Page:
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6 things with Talladega County probate judge candidate Randy Jinks (with video)

Randy Jinks

Randy Jinks won the 2018 race for probate judge of Talladega County. 

Randy Jinks is one of four candidates seeking the Republican nomination for Talladega County Probate Judge.

A native of Bon Air, Jinks moved to Winterboro in 1965 and graduated from Winterboro High School in 1974.

He worked for Bob Riley’s successful gubernatorial campaign in 2002 and has been managing the Riley cattle farm in Clay County recently. He has also worked as the marketing and advertising liaison for the Alabama State Parks Department and has served on the executive committee for the Talladega County Republican Party.

A state law prohibiting judges from running for a new term past the age of 70 has forced the retirement of current Probate Judge Billy Atkinson, opening the seat. In the June 5 Republican primary, Jinks will face county Commissioner Jackie Swinford, Talladega City Board of Education member Chuck Roberts and Talladega Municipal Court Judge Mark Nelson. The winner will face Democrat Vann Caldwell in the Nov. 6 general election.

Jinks sat down with The Daily Home Editorial Board earlier this week. These are six takeaways from that conversation.

1. How did you first get involved in politics?

I’ve been involved in politics since I was 10 years old. Actually, I was involved in the Wallace campaign when I was 6, and I made signs for Lurleen Wallace when she ran. I ran for District 3 County Commission in 1986, when commissioners ran county wide. I won the runoff with Hubert Hubbard.

In 1986, there was a Republican Party in Alabama, but it wasn’t well established yet. I switched parties and ran for a second term on the commission and lost to Jimmy Roberts by 200 votes. I beat him in five out of seven precincts, but he won the race.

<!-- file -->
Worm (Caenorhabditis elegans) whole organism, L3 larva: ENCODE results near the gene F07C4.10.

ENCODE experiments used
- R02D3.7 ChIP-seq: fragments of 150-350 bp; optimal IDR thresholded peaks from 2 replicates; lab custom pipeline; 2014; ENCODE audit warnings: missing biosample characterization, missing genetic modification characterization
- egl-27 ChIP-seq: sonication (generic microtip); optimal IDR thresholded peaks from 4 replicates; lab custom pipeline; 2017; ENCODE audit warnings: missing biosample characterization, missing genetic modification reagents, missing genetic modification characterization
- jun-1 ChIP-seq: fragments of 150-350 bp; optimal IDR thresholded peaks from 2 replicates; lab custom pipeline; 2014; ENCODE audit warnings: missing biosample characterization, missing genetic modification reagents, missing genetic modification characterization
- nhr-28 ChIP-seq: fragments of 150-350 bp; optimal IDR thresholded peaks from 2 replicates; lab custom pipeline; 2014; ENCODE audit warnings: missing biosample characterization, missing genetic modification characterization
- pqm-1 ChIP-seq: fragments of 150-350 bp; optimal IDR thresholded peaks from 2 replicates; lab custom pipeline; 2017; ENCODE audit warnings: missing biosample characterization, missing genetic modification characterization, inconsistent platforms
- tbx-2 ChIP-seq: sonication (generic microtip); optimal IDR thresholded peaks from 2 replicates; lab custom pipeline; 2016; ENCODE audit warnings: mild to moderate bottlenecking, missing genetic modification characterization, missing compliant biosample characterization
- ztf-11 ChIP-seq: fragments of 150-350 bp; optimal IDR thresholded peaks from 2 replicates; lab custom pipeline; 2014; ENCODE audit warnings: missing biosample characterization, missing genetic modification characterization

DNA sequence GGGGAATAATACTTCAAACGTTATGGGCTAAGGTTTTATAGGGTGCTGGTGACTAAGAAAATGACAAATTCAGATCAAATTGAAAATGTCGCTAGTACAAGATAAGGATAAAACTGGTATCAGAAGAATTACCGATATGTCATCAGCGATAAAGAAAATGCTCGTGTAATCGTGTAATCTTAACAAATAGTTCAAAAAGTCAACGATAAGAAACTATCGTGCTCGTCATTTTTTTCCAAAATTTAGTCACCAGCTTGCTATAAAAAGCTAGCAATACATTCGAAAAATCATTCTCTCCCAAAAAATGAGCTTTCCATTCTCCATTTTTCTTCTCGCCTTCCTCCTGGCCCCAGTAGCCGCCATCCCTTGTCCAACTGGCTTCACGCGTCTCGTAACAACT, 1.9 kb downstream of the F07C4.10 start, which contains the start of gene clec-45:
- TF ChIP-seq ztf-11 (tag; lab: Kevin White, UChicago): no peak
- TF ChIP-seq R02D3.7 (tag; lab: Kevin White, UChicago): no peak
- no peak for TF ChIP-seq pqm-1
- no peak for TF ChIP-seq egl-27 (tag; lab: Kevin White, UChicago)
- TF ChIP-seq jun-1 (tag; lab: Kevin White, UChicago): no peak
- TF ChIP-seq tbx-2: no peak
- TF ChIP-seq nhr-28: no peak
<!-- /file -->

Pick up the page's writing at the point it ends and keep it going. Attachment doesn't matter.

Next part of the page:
2. What did you learn from your previous political experience?

That was a different time for the County Commission. The county was in really poor financial condition, and I was running against courthouse corruption. I said if you misused funds, there should be consequences. There were a lot of jobs that were just politically created that weren’t really necessary. My platform was to shore up the finances and eliminate positions, but I was kept in the dark. We didn’t eliminate those positions then, but we did in the next election cycle …

Bob Riley is the most honest politician I have ever known; he ran for office because he cared about the offices he ran for. If he hadn’t been a congressman first, I don’t think he would have run for governor … He means what he says, and if he makes a promise, he uses every minute of every day to keep it.

3. Why are you running for probate judge?

At the beginning of this year, I was really more concerned with Clemson and Georgia. But earlier this year, after all the hoopla in the Revenue office, I started thinking about it. I thought and prayed and I ended up qualifying with about an hour left before the deadline. I felt the time was right, the man upstairs wanted me to do this. I’ve spent my money prudently, campaigned at the grassroots, gone around knocking on doors. Also, I’m the only candidate from the south end of the county, and that may give me an edge.

4. What are you hearing on the trail?

Politics used to be a pastime. People are frustrated now, and I’m seeing a lot of voter apathy. It’s a difficult political climate. Most people are not talking about issues, they’re saying they know my family, they remember me from before.

5. What will be the first things you do if elected?

I would ask Billy if I could hang out for a month or so to learn the job. There would be no changes to the staff. Billy’s done a good job, and if I’m going to provide that level of service, I need to get to know the staff. No one running now has ever been probate judge before, so there’s going to be a learning curve. I want to get to know everyone as much as possible, learn their personalities and let people know we will bend over backwards to help them. My door will always be open, you can ask me anything … Public service is a sacred duty …

6. What will you do differently if elected?

There is a state law that says the probate judge gets a nickel for every registered voter published in the voter list. It applies to every probate judge in the state (and originated) back when votes had to be tabulated by hand. I would like to be able to give that money back to a foundation, a trust, a scholarship fund, something like that.